Long before the current controversy over Ice-T’s ”Cop Killer” erupted, execs at his label, Sire/Warner Bros. Records, knew they had an explosive subject on their hands. According to one insider, the company debated whether to include ”Cop Killer” on the new album, whether to name the album after that notorious song, or whether just to drop the album entirely.
Although Warner brass are now reluctant to reveal details of these decisions, the record’s executive producer, Howie Klein, discussed the behind- the-scenes arguments at a Stanford University music class a few months before the album’s March 31 release. ”There were people in the company who felt uncomfortable with this material,” Klein said, ”three or four people at the highest level who didn’t want to put it out. Someone asked if we’d take the song off. I let Ice-T know, but I also told him I’d be disappointed if he did.” There was one compromise: It was decided to call the album Body Count rather than Cop Killer, as originally planned, but the words Cop Killer are tattooed on the chest of the man illustrated on the cover.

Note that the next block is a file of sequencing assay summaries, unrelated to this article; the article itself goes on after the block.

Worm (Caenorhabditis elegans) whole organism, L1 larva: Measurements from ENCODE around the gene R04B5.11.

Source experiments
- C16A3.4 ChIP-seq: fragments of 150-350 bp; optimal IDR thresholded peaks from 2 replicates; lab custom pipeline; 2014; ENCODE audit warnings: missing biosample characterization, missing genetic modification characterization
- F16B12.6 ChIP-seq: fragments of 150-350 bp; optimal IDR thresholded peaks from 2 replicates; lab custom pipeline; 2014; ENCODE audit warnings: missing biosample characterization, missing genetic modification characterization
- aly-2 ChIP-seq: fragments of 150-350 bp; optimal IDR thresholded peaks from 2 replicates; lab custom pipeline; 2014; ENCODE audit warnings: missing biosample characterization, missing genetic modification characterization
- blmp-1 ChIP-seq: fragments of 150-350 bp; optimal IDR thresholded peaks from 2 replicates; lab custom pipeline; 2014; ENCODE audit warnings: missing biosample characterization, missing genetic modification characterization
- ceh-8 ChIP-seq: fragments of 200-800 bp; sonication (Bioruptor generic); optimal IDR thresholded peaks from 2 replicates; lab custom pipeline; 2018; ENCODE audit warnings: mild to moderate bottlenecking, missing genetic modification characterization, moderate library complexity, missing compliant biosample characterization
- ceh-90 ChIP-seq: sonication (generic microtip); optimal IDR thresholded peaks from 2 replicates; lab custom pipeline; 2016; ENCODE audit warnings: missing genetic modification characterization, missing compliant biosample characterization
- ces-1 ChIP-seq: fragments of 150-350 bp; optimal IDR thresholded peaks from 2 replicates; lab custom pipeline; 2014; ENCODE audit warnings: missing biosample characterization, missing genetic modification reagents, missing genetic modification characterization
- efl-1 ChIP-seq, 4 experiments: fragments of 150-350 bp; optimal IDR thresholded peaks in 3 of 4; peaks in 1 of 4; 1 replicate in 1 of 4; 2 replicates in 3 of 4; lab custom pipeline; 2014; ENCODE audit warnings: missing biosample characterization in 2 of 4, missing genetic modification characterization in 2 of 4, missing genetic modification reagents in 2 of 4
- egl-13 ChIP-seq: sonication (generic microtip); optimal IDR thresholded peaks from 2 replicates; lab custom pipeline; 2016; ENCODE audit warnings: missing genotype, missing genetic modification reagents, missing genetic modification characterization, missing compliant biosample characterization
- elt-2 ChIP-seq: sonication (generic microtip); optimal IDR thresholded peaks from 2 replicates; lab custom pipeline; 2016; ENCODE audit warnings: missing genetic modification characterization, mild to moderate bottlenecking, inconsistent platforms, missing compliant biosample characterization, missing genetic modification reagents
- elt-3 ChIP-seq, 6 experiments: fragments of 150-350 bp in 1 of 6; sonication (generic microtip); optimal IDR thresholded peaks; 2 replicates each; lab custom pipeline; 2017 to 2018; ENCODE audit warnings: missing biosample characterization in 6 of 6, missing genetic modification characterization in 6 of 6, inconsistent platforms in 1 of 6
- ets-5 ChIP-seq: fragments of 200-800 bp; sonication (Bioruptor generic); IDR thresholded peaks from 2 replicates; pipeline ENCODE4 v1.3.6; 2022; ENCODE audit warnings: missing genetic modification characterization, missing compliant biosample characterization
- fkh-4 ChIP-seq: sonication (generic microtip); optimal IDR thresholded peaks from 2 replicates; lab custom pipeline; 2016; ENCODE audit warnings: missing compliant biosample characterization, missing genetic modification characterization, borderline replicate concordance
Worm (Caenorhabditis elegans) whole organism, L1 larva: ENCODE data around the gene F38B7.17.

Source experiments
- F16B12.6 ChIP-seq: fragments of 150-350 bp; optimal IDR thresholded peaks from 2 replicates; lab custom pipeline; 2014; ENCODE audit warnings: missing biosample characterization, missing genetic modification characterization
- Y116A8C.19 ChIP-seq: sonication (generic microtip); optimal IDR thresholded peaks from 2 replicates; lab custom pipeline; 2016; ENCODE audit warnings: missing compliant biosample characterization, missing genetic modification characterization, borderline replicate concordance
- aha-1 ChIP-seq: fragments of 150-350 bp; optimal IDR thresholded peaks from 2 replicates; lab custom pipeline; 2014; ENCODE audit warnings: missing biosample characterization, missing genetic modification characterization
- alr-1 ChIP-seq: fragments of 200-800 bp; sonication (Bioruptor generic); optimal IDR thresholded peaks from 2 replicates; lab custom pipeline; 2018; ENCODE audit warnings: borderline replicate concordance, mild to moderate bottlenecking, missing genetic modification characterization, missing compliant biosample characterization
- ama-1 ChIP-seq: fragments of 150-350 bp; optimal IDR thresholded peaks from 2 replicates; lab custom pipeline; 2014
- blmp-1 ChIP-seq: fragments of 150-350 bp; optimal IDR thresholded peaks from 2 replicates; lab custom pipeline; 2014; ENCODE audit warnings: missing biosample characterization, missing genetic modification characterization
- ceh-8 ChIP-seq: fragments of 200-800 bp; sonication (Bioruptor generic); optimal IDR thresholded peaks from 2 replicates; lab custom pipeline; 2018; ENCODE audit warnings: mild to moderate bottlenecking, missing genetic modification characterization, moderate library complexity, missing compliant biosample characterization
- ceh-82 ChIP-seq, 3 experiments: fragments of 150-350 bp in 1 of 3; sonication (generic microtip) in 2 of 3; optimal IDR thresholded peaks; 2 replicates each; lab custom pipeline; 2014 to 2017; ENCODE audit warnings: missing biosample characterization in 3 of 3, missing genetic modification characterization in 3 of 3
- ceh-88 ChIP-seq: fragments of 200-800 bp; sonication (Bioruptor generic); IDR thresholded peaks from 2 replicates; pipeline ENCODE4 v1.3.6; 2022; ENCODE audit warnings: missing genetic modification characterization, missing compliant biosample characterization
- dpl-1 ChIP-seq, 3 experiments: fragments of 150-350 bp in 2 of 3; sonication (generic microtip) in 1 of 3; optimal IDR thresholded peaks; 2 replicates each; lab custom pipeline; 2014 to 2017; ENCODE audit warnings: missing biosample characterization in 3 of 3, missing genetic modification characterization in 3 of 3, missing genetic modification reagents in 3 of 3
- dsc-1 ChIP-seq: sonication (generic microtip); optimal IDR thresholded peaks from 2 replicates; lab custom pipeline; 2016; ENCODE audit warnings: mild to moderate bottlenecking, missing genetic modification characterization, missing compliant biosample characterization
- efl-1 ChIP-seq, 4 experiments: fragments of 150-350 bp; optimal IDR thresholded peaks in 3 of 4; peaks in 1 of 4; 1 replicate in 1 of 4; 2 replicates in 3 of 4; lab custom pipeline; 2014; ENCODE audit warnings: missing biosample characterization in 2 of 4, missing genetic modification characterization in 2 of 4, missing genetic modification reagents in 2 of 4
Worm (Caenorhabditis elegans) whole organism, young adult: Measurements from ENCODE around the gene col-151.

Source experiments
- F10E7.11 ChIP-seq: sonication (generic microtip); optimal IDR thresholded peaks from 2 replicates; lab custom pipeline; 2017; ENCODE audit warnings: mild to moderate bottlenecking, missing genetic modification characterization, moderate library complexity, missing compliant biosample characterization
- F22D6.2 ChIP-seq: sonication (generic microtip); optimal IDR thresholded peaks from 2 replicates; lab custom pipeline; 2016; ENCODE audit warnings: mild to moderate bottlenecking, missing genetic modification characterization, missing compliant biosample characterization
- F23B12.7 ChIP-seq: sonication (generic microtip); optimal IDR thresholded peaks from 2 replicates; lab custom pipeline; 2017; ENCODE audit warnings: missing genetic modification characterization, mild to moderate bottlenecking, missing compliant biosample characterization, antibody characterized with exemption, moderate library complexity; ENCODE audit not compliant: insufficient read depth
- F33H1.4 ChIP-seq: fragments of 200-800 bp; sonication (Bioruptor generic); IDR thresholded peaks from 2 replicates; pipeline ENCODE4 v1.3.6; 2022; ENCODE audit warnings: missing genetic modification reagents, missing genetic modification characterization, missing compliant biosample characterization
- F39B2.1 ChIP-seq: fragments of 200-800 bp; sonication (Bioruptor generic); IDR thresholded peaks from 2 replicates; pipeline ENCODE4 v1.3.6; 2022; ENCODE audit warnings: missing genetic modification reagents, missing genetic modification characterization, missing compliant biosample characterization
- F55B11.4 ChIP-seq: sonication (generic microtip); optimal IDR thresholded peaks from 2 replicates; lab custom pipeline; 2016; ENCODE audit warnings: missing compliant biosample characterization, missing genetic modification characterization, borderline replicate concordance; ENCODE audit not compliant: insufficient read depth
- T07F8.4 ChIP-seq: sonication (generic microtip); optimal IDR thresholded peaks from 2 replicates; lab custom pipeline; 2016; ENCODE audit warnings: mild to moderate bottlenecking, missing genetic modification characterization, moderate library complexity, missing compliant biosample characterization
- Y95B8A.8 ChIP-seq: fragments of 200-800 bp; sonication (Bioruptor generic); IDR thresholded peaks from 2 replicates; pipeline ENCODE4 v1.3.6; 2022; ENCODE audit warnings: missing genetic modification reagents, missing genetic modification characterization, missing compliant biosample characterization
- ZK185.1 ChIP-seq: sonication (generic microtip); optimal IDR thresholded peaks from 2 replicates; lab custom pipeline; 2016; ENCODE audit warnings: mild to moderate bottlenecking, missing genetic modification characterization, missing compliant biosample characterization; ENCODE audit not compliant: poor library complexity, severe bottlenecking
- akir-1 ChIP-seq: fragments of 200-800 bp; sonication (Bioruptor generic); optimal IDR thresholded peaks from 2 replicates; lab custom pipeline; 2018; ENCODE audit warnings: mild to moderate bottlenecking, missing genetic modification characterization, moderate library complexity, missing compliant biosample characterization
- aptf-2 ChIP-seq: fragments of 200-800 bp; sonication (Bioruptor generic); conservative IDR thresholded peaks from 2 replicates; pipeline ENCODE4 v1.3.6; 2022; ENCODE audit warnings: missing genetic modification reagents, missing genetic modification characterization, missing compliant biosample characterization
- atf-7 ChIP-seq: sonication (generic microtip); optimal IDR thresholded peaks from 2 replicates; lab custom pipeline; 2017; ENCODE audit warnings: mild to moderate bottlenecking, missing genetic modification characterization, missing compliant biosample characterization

Bob Merlis, vice president and director of publicity for Warner Bros. Records, confirms that ”we discussed the entire album. We knew it was controversial but not dissimilar from other albums with provocative lyric content. We put a (parental advisory) sticker on it.” But neither the compromise nor the sticker was enough for irate Texas police officers, who plan to take their protest to the July 16 Time Warner annual shareholders meeting in Beverly Hills. ”It was a corporate decision, not a free-speech issue,” says Mark Clark, a Houston patrolman who is spokesman for the Combined Law Enforcement Associations of Texas. ”It’s irresponsible for Time Warner to make money off that song. They owe America’s police an apology.”